Ten subspecies of mule deer have been identified including two black-tailed deer subspecies and a hybrid subspecies of the mule deer and the white-tailed deer (Odocoileus virginianus).
Ten subspecies of the mule deer have been identified, two of which, (O. h. columbianus and O. h. sitkensis,) are classified as black-tailed deer. The black-tailed deer was at one time treated as a separate species, but is now mostly recognized as conspecific with the mule deer.
Subspecies of the mule deer include the California mule deer (O. h. californicus), Cedros Island deer (O. h. cerrosensis), Columbian black-tailed deer (O. h. columbianus), desert mule deer (O. h. eremicus), southern mule deer (O. h. fuliginatus), Rocky Mountain mule deer (O. h. hemionus), Inyo mule deer (O. h. inyoensis), peninusla mule deer (O. h. peninsulae), Tiburon Island mule deer (O. h. sheldoni), and Sitka black-tailed deer (O. h. sitkensis).
The validity of the Inyo mule deer (O. h. inyoensis) is questionable.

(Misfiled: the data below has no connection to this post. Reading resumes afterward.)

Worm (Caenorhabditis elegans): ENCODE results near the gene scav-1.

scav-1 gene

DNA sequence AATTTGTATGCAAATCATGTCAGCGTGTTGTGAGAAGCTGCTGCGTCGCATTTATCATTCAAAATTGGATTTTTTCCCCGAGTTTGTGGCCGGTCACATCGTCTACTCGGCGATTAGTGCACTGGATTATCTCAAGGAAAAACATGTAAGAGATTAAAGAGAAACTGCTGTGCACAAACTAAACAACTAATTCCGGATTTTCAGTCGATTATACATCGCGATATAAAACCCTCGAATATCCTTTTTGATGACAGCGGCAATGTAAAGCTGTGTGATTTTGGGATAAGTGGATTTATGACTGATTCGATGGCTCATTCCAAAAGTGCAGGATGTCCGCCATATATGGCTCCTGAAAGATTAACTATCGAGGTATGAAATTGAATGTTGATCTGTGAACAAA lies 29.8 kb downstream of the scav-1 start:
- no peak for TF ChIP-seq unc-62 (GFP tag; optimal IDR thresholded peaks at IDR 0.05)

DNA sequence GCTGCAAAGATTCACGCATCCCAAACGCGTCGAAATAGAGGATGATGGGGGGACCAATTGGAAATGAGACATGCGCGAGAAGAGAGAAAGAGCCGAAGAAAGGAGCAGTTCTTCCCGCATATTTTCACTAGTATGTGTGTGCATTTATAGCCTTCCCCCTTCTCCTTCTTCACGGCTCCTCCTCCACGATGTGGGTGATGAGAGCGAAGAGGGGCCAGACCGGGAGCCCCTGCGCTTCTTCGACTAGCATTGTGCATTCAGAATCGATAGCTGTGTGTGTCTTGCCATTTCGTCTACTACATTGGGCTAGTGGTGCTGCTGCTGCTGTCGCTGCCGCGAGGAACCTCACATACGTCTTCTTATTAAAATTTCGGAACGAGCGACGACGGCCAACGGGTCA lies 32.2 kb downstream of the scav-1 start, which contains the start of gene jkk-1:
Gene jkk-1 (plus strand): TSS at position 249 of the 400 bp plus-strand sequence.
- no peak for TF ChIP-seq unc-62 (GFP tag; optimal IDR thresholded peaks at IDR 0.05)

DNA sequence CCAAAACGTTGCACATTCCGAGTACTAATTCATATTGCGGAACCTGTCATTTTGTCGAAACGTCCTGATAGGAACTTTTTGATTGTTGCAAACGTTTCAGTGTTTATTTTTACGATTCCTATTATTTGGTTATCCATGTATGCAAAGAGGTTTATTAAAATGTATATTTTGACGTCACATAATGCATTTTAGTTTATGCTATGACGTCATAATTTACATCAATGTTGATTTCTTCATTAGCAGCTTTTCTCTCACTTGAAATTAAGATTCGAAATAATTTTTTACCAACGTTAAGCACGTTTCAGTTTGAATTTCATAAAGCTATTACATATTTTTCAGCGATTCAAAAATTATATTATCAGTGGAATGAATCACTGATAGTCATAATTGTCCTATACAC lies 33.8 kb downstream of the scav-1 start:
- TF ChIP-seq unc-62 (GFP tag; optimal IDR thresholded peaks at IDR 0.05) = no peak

The desert mule deer, also known as the burro mule deer, is sometimes referred to as O. h. crooki, but O. h. eremicus is considered the correct name. The specimen type of this subspecies is a hybrid of the mule deer and the white-tailed deer (Odocoileus virginianus).
Although most of the mule deer’s subspecies are not threatened, the Cedros Island subspecies (O. h. cerrocensis) is considered to be Vulnerable on the International Union for Conservation of Nature (IUCN) Red List of Threatened Species, as of 1988. This subspecies is in danger of becoming extinct because its densities are very low on the island where it occurs and poaching and predation by feral dogs are high.